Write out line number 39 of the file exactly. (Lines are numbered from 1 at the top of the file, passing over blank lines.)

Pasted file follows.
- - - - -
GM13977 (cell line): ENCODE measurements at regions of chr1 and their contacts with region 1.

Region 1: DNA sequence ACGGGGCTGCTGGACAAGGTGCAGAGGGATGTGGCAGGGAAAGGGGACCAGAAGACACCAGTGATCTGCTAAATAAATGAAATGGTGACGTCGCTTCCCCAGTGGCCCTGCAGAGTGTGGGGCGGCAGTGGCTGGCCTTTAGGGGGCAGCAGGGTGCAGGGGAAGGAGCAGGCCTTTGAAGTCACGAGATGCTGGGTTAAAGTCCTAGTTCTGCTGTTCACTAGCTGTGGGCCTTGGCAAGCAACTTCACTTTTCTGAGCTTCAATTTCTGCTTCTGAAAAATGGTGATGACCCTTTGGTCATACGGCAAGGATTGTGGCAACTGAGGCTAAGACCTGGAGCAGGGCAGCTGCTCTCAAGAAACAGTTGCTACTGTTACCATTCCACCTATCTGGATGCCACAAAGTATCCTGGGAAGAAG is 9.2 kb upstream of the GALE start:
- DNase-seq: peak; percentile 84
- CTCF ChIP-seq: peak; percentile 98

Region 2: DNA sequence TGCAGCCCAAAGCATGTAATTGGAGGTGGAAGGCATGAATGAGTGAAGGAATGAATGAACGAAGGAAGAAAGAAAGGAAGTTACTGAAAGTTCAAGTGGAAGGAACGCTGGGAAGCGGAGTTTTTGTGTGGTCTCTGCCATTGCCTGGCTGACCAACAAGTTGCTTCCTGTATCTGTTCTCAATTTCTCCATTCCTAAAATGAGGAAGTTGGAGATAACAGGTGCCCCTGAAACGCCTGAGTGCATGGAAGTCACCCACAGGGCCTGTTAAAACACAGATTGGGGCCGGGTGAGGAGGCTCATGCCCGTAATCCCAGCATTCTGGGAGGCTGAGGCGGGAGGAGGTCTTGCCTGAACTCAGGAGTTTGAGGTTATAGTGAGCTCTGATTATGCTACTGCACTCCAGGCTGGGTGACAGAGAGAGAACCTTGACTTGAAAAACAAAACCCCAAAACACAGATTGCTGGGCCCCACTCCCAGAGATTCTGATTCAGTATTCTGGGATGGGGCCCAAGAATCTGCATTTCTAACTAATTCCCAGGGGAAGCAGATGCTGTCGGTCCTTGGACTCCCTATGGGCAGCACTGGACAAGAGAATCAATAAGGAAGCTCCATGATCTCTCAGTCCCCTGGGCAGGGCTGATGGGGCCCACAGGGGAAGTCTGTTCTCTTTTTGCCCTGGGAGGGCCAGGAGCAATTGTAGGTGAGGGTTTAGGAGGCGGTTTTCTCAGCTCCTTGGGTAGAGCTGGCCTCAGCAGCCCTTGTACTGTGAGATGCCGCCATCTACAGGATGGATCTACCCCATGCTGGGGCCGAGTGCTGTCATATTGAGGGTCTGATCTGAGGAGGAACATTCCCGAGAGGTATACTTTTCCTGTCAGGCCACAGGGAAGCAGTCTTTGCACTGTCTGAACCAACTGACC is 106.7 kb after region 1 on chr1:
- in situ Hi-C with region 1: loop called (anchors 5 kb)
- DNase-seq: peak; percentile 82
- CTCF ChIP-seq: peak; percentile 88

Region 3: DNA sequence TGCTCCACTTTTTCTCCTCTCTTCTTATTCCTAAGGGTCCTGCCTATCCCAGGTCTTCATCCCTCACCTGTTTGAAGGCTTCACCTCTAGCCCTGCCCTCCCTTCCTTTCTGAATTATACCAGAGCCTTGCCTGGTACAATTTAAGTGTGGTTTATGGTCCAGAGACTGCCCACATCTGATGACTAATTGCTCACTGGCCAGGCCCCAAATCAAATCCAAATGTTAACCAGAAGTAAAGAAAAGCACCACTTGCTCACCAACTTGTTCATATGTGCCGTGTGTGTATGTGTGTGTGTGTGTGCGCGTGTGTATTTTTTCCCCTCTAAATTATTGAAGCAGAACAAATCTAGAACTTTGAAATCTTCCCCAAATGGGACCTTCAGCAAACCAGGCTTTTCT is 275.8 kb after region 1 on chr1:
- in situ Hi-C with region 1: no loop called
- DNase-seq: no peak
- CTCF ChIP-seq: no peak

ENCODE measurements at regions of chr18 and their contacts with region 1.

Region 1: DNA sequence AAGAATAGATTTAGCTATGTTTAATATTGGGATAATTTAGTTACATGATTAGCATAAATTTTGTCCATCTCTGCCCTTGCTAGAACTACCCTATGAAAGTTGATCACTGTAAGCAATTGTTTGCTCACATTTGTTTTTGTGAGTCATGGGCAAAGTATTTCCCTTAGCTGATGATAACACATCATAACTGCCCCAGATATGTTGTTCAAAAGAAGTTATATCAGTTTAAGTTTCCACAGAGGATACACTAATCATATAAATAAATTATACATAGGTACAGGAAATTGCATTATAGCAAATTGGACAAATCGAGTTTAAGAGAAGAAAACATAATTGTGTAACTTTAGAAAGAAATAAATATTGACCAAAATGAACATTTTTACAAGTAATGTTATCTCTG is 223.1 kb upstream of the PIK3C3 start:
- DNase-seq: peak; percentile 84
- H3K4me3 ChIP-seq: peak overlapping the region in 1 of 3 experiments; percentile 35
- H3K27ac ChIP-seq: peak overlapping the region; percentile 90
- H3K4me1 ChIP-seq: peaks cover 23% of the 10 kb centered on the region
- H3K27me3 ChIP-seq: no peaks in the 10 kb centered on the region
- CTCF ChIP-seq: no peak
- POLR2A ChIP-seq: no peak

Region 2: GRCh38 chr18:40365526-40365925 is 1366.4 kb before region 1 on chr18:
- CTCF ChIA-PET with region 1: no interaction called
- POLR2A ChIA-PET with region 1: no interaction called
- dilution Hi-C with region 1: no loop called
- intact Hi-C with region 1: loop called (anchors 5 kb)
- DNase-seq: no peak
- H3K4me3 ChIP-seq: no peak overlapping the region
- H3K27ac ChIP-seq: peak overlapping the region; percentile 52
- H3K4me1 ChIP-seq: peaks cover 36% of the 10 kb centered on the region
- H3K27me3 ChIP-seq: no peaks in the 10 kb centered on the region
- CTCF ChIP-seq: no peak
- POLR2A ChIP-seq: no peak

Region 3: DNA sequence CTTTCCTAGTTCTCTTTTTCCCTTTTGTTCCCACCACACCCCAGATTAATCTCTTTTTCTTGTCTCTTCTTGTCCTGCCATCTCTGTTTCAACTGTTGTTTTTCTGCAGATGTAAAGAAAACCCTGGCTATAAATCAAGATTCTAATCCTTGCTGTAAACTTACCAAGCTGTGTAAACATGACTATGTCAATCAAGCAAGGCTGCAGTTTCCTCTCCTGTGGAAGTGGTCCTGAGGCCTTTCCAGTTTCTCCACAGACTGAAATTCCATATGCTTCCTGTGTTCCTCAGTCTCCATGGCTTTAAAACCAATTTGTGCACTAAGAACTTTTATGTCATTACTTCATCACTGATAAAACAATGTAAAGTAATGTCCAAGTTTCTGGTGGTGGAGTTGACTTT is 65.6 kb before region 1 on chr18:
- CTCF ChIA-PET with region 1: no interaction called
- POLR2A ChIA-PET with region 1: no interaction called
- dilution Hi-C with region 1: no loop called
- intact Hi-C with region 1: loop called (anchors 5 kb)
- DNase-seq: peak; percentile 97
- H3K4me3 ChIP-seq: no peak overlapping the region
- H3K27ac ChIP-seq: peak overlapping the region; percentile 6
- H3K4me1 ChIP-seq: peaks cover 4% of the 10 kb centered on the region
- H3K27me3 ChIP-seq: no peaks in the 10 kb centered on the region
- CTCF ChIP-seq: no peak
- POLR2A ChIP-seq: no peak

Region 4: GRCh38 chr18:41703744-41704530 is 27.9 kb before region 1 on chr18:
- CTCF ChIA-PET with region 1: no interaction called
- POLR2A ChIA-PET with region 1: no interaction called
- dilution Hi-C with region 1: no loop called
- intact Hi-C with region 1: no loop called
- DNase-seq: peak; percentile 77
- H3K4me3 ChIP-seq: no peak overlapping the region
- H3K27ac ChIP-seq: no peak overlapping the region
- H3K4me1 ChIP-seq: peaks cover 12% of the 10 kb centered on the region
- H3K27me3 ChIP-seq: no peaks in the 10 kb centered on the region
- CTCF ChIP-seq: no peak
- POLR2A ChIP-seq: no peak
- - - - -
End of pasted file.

- DNase-seq: peak; percentile 97